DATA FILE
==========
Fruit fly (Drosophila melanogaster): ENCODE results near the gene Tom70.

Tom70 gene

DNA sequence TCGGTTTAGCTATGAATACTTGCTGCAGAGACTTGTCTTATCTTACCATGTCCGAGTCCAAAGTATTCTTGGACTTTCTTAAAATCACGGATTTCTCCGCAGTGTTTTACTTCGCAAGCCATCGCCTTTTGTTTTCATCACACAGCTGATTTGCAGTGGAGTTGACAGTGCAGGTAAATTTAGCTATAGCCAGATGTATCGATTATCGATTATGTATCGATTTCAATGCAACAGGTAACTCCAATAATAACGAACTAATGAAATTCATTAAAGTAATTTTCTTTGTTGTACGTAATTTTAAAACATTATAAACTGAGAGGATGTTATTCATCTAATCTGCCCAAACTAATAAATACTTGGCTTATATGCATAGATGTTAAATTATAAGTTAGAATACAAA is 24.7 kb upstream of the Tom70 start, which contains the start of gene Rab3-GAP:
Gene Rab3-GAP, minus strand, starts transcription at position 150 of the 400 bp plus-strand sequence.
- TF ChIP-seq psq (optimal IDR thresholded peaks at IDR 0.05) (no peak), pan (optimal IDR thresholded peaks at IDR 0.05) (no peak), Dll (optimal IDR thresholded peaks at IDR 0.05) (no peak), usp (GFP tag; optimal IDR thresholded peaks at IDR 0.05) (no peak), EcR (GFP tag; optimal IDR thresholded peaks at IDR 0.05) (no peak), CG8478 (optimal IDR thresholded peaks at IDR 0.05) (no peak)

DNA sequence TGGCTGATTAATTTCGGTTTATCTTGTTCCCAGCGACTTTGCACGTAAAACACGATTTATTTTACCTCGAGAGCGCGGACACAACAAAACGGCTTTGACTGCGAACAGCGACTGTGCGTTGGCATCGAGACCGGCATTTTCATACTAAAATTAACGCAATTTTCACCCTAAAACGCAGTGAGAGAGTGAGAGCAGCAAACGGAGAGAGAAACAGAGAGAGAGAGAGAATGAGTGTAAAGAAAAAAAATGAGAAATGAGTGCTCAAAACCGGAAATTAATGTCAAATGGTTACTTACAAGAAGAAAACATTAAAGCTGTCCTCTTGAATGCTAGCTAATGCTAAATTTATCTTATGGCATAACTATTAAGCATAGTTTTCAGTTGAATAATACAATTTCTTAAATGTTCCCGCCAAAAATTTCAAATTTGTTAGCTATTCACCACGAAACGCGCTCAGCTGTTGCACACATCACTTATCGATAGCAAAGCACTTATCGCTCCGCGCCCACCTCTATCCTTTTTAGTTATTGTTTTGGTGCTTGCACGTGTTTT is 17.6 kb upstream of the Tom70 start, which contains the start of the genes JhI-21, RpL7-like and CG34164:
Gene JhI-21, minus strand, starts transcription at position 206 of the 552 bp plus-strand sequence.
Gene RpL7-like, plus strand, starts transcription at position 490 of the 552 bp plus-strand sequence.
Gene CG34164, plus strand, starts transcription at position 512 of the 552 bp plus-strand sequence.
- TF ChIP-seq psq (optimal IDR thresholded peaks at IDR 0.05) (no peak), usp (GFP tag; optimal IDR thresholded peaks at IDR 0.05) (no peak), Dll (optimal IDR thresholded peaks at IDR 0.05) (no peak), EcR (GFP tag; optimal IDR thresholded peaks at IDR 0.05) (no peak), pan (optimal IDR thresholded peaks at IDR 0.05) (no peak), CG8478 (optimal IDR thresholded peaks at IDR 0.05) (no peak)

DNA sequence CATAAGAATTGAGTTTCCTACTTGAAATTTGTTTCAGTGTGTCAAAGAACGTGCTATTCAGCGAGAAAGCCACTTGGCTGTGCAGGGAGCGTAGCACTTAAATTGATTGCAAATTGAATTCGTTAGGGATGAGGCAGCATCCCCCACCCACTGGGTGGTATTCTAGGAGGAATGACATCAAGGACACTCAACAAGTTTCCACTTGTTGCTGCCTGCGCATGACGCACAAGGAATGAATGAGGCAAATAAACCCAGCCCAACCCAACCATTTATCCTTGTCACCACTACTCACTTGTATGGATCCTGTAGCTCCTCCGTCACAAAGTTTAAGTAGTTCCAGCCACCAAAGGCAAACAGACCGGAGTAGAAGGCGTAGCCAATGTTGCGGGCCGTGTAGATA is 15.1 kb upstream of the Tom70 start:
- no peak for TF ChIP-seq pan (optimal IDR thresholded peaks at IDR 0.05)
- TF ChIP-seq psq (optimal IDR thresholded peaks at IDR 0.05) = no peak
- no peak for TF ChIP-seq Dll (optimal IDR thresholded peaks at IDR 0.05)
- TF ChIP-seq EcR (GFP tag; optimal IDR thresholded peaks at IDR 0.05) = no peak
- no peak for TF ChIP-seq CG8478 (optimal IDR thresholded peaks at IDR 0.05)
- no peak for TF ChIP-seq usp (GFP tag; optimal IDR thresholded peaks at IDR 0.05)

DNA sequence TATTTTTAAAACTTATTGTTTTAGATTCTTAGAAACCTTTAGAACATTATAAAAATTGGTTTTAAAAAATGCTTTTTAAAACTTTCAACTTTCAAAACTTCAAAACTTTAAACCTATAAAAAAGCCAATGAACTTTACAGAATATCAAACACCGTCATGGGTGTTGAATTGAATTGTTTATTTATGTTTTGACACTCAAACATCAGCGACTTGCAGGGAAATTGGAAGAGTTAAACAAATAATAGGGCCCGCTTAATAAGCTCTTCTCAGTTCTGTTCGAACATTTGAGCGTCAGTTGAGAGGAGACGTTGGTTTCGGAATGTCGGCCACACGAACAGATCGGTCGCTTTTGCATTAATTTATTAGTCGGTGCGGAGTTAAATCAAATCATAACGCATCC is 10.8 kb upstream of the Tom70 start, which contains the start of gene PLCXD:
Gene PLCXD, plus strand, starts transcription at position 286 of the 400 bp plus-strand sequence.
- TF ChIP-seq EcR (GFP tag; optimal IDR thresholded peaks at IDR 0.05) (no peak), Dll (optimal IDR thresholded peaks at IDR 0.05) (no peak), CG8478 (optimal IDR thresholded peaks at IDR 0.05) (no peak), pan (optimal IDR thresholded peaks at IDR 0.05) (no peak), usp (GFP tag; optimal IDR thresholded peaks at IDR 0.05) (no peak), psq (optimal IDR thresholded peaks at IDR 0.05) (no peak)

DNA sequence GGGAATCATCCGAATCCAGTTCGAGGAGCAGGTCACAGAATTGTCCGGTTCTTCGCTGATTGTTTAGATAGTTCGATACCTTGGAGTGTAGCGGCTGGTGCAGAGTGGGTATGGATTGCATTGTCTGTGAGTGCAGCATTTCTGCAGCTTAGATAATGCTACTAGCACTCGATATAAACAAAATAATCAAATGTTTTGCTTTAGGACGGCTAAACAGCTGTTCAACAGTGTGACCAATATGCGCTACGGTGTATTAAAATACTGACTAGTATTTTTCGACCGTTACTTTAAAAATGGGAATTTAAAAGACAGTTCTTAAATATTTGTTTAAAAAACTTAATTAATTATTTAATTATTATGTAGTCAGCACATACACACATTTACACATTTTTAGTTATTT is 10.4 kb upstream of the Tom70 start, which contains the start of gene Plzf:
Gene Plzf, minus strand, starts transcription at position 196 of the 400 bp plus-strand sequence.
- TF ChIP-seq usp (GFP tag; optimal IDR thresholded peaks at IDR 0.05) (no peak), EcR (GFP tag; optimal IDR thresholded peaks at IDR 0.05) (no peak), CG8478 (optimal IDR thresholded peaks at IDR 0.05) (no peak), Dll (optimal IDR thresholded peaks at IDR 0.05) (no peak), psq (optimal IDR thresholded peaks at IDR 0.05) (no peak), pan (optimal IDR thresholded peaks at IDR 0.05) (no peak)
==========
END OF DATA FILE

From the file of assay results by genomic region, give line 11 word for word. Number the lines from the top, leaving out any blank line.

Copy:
DNA sequence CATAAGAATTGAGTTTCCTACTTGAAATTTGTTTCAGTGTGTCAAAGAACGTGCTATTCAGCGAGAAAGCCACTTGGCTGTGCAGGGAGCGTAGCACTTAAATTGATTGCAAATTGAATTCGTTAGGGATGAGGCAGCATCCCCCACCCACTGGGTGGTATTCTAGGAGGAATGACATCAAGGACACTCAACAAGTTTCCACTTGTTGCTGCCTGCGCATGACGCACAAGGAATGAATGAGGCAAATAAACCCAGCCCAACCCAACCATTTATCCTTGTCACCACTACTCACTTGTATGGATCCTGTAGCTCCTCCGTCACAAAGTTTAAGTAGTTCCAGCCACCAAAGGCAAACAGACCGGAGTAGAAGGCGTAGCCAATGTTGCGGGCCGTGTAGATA is 15.1 kb upstream of the Tom70 start: